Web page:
7 ways to know you’re not just in a bad mood but depressed

Due to the romanticization of mental disorders in pop culture, every other person occasionally, without thinking twice, refers to their bad mood as depression. But how do you differentiate them? There is a huge difference between ordinary sadness and depression. The first is a condition that everyone experiences from time to time, while the second is a severe illness that can have unfortunate consequences.

We invite you to analyze your condition and determine what is wrong with you – another attack of a bad mood or something more serious. If you recognize at least a few of the symptoms described below, we strongly recommend that you seek help.

You’ve been feeling bad for several weeks

A bad mood usually lasts from several hours to several days. Of course, if a girl abandons you or has lost someone close to you, your condition will be unstable for longer. But if the reasons are not so serious or even unknown to you – let yourself “suffer” for two weeks.

If you still feel depressed and irritability, lethargy, melancholy, and despair are added to your symptoms after this time, the point is not in a bad mood. It would help if you didn’t wait until the last minute – it’s better to make an appointment with a psychotherapist and solve the problem before it can ruin your life.

You get tired quickly, even if you did nothing

With depression, you can feel tired from the very beginning of the day, as soon as you wake up. And it seems that the dream was supposed to give you strength, but not this time. Add to this the almost complete loss of initiative, the unwillingness to leave the house and communicate with the people around, and the realization that your energy is barely enough, even to walk from the bedroom to the kitchen. Everything has to be done with great difficulty, literally overdoing oneself.

You have pains in your body

Depression can manifest itself without its main symptom – loss of mood. Sometimes complaints about causeless pain in certain parts of the body or abnormalities in the activity of internal organs come to the fore. In other words, a person can turn to a neurologist, cardiologist, or therapist with certain complaints about their health and leave with the conclusion that no diseases have been found.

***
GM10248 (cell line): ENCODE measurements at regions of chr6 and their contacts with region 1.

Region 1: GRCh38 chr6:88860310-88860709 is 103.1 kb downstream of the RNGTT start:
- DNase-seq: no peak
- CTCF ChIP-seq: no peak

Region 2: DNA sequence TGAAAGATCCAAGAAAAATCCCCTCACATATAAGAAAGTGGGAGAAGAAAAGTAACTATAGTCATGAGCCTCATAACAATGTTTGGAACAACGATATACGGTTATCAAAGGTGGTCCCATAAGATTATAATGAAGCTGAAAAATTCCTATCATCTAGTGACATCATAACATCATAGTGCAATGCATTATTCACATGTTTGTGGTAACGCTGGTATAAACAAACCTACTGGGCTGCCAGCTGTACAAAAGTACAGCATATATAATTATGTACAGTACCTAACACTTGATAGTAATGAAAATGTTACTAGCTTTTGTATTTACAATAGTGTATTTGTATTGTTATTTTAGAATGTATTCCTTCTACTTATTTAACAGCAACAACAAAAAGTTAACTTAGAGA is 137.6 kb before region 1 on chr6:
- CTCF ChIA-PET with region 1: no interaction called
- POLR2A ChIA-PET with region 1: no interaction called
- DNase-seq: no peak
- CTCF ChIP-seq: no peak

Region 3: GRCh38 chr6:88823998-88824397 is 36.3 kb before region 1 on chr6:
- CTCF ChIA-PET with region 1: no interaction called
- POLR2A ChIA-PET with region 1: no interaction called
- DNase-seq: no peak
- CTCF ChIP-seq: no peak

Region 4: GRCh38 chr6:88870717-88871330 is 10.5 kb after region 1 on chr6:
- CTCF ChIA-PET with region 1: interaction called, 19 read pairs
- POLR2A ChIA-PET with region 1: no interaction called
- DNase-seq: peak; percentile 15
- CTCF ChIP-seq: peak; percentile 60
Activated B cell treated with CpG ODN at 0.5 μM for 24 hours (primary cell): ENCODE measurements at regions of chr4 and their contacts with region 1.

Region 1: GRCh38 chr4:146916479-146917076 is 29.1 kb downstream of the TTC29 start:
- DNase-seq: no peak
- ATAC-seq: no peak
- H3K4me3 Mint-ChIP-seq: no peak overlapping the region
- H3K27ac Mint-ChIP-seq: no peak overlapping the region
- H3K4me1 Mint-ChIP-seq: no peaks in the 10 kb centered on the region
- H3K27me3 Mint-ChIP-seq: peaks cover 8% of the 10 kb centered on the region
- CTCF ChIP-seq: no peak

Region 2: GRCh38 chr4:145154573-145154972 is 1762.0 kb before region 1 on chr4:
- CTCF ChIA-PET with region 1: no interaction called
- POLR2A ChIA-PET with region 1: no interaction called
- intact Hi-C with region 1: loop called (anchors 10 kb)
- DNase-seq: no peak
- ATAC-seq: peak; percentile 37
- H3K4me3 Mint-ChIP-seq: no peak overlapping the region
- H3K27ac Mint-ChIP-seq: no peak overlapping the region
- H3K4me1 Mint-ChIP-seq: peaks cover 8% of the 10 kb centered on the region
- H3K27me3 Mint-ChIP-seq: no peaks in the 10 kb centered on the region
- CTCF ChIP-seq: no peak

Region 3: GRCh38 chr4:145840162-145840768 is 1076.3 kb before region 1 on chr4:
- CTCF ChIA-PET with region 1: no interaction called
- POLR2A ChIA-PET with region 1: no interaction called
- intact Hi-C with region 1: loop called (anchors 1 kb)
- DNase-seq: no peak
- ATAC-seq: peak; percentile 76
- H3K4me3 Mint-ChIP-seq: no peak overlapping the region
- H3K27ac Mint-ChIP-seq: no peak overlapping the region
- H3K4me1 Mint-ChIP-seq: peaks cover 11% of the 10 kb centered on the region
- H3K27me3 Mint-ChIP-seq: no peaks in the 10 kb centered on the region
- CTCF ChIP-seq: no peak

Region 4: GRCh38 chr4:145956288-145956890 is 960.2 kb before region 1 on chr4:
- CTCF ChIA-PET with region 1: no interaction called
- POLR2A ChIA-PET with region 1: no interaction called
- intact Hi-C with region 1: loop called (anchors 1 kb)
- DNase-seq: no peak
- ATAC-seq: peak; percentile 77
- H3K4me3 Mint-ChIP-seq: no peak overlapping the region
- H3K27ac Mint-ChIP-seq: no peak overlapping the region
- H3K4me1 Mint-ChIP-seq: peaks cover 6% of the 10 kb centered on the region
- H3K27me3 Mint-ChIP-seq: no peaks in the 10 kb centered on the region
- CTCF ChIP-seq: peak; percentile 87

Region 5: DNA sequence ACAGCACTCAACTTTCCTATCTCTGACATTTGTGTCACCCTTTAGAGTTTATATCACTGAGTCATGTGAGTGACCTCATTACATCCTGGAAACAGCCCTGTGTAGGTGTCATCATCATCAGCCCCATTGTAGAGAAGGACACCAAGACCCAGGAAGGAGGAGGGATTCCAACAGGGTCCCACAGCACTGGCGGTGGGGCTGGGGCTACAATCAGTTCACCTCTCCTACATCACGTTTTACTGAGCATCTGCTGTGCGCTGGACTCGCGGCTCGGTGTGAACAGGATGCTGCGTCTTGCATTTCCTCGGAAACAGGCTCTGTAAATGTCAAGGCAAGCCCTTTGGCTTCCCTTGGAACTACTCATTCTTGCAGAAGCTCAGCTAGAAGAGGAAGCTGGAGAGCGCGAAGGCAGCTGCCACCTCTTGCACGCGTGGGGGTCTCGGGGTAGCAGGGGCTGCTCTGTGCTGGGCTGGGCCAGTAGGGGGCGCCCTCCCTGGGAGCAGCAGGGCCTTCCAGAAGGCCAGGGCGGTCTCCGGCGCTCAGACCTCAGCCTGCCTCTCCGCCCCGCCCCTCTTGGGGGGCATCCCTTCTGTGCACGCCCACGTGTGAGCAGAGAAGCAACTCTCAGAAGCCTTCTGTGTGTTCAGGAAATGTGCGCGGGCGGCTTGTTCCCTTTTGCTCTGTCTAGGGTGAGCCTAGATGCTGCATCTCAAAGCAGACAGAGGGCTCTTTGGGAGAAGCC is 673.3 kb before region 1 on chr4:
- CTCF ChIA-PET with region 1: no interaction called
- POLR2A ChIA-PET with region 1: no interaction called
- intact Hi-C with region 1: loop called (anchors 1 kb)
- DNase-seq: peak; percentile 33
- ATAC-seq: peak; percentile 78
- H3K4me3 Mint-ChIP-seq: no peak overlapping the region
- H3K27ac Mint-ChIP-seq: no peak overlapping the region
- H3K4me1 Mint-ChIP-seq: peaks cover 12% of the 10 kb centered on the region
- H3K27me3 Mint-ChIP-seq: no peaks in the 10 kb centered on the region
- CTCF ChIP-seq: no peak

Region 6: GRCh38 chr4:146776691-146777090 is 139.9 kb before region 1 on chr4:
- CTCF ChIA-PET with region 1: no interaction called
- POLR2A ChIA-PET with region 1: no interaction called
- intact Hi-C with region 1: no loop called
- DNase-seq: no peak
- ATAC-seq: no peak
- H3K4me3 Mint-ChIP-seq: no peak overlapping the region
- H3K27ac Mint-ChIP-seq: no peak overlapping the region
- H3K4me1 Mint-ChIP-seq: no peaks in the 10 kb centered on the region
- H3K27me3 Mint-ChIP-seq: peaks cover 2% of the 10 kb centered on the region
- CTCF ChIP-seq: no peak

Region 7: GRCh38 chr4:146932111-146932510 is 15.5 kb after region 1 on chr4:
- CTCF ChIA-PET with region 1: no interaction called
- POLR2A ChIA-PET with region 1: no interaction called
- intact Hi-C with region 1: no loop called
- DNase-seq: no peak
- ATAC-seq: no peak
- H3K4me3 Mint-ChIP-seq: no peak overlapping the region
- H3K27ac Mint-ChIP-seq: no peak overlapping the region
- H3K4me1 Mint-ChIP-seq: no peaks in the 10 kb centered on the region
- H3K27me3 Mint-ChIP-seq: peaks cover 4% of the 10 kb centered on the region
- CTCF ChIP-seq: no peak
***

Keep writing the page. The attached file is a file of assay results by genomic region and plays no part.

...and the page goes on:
Major complaints include sweating, heart palpitations, trembling limbs, aching or pinching chest pains, bowel problems (constipation/diarrhea), persistent headaches, and muscle pain. So, if your body is trying to tell you that something is wrong, and the therapist is 100% conv inced that there is no physical reason for the pain, it’s time to see a therapist.

You do not feel happy from your favorite activities

If you used to love watching football, playing the guitar in your free time, or hanging out with friends at a bar on a Friday night, then with the advent of depression, your hobbies and interests will no longer bring you the pleasure they used to.

Instead of doing what you love or resting the way you used to, you will either lie there, unable to take on anything, or unsuccessfully try to find entertainment for yourself.

You have trouble sleeping

One of the most common symptoms of depression is sleep disturbance. You may have difficulty falling asleep and lie for several hours looking at the ceiling. In addition, depressed sufferers often experience intermittent sleep, unpleasant dreams, early awakenings, excruciating waking up, and lack of energy. Also, after sleep, morning sickness, lethargy, lack of appetite, or, on the contrary, increased appetite, drowsiness, constipation, etc., may appear.

These sleep problems may be the only noticeable symptom of depression at times. If you are facing the above issues for two weeks or more, we strongly recommend seeing a doctor.

You become overly self-critical and feel guilty

If guilt is gradually added to the feeling of overwhelming sadness and irritability, then it is not only a bad mood. The person with depression feels guilty and worthy of punishment. Moreover, this very feeling of guilt can cause you unbearable moral pain.

Let’s say a few months or years ago you lost a loved one and think that you are greatly guilty in front of him. Clinging to this thought, you bury yourself in numerous regrets: “What would have happened if I hadn’t done this then?”, “I so rarely told him/her how much I love him/her” and so on. Every day the feeling of guilt only grows, and at some point, you realize that you cannot cope with your condition.

Then the first thing you should do is make an appointment with a psychotherapist, tell him in detail about everything that is happening in your mind, and begin to undergo therapy. Such regrets do not go away with time.

The same can be said if self-criticism becomes your main problem. If you constantly criticize yourself for what you think/feel/do, perhaps a specialist needs to solve the issue.

Experiencing a sudden change in appetite and weight

In people with depression, the appetite may decrease or disappear altogether, leading to sudden weight loss. Sometimes a different reaction is observed: the appetite, on the contrary, increases, and the weight grows.

Moreover, it is tough for a person to convey his condition to relatives or doctors. He talks about communication problems, worries about material well-being, thinking that a change in appetite is just a stress reaction.

Note* Always consult your doctor or other qualified health care professional for any questions you may have about your health or condition. Never disregard a health care professional’s advice or delay getting it because of what you read on this website.
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